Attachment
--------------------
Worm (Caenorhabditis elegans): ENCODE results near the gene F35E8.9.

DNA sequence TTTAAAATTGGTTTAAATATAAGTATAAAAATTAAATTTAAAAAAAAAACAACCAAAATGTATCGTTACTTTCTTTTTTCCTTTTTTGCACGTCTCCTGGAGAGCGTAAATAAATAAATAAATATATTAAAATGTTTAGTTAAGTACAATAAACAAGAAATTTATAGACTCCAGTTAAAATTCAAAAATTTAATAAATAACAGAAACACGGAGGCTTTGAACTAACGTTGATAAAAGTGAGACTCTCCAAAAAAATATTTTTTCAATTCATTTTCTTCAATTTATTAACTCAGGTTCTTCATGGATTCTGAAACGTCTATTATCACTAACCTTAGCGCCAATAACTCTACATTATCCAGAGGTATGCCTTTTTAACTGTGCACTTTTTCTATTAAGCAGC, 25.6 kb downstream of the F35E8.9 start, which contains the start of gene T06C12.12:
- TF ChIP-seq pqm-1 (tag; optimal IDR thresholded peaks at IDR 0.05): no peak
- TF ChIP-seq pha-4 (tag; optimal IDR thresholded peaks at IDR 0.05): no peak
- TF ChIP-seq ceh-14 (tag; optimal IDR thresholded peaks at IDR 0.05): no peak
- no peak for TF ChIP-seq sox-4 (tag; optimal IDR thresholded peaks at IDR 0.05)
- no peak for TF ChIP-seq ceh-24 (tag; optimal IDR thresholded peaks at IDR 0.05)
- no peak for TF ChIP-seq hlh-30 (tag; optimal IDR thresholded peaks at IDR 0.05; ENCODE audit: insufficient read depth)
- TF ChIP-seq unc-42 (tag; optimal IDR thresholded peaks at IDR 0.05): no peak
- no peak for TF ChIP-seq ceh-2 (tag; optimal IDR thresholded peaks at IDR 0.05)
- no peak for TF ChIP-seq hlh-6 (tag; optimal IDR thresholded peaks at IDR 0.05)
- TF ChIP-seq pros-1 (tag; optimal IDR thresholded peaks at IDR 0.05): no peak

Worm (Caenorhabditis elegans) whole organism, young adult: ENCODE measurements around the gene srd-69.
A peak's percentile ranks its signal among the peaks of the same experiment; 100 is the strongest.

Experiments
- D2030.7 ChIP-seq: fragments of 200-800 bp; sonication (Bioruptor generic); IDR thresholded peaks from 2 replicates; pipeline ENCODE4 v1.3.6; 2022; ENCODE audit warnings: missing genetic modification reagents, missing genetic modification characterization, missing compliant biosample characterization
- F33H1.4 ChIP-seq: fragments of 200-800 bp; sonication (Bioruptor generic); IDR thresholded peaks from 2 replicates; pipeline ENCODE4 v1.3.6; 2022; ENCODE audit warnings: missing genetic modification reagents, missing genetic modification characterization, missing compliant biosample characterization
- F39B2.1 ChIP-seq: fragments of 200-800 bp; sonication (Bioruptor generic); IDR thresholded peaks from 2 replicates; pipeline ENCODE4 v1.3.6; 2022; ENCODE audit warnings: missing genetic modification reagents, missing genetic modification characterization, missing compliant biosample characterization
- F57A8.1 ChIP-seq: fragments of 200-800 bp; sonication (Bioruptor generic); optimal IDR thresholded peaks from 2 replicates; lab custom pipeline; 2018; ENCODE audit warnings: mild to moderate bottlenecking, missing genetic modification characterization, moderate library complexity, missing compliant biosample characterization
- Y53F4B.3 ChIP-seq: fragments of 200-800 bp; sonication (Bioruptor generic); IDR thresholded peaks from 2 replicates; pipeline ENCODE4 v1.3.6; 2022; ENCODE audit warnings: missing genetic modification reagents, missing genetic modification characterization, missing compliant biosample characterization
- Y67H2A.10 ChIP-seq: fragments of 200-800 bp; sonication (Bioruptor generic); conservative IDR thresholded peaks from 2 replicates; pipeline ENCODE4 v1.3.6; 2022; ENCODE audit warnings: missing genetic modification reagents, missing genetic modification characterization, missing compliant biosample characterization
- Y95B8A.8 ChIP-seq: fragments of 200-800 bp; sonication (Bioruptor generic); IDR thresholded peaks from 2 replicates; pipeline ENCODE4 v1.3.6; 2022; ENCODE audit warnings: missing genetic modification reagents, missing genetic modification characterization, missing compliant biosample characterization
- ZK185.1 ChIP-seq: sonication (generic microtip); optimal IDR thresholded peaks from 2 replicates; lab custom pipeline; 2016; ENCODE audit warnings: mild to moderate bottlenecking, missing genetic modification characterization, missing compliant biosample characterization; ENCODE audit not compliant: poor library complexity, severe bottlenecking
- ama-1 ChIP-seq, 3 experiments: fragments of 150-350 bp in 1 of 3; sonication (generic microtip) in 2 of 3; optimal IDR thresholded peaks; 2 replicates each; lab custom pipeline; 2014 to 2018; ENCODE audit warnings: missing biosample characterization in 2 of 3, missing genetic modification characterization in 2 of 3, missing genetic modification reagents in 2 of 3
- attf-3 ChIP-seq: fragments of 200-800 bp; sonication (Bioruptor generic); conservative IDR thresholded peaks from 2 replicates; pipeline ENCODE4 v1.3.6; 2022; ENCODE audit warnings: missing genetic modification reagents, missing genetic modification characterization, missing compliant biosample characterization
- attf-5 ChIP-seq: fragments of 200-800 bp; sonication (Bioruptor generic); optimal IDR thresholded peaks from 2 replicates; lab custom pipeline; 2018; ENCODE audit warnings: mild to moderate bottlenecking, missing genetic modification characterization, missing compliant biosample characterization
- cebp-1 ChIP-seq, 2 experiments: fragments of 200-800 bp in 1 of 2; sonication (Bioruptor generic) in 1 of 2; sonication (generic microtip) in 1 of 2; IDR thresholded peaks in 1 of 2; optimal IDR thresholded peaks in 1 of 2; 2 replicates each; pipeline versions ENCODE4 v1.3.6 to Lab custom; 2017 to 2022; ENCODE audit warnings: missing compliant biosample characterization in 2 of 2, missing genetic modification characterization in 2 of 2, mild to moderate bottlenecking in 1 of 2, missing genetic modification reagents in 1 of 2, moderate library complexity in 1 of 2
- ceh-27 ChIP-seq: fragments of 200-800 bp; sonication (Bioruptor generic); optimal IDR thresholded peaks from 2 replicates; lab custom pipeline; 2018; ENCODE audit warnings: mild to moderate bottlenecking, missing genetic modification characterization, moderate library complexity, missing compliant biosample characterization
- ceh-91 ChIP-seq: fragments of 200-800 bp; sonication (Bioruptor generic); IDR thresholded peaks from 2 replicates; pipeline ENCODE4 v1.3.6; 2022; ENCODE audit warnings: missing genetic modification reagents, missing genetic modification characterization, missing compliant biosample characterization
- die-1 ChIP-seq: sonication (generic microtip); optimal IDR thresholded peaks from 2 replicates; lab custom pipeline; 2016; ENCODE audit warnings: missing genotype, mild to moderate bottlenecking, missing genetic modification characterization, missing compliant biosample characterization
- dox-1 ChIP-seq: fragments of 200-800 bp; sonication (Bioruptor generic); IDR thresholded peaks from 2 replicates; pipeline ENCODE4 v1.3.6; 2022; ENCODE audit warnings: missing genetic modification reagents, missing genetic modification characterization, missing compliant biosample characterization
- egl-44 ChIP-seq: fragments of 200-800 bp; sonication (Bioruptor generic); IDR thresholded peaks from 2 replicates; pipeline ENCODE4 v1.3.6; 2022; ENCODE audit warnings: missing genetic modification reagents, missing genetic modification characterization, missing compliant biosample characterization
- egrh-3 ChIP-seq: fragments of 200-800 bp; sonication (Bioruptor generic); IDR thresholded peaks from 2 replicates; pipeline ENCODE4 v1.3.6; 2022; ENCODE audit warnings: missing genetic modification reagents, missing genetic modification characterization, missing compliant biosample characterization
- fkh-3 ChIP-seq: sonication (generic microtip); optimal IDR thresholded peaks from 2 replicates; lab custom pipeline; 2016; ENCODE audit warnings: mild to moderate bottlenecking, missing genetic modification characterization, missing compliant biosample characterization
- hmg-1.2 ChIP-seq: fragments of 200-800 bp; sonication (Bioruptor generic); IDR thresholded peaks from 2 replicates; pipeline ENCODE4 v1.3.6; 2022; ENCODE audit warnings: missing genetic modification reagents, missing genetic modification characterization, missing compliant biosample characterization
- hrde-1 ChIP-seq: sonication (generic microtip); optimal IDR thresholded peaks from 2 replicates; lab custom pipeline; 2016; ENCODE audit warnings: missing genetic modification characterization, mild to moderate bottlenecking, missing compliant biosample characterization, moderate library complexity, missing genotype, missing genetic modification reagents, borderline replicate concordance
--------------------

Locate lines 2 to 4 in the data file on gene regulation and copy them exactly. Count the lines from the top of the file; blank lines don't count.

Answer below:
DNA sequence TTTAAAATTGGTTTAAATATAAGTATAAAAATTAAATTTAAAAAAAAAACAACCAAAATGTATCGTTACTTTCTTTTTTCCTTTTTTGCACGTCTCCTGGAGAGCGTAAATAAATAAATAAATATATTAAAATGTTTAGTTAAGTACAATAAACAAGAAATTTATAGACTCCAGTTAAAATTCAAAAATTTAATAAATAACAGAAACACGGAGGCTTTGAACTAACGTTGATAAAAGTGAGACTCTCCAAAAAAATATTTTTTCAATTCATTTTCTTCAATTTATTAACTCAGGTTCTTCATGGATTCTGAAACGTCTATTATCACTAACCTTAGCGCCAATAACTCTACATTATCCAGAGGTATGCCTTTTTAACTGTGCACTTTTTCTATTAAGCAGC, 25.6 kb downstream of the F35E8.9 start, which contains the start of gene T06C12.12:
- TF ChIP-seq pqm-1 (tag; optimal IDR thresholded peaks at IDR 0.05): no peak
- TF ChIP-seq pha-4 (tag; optimal IDR thresholded peaks at IDR 0.05): no peak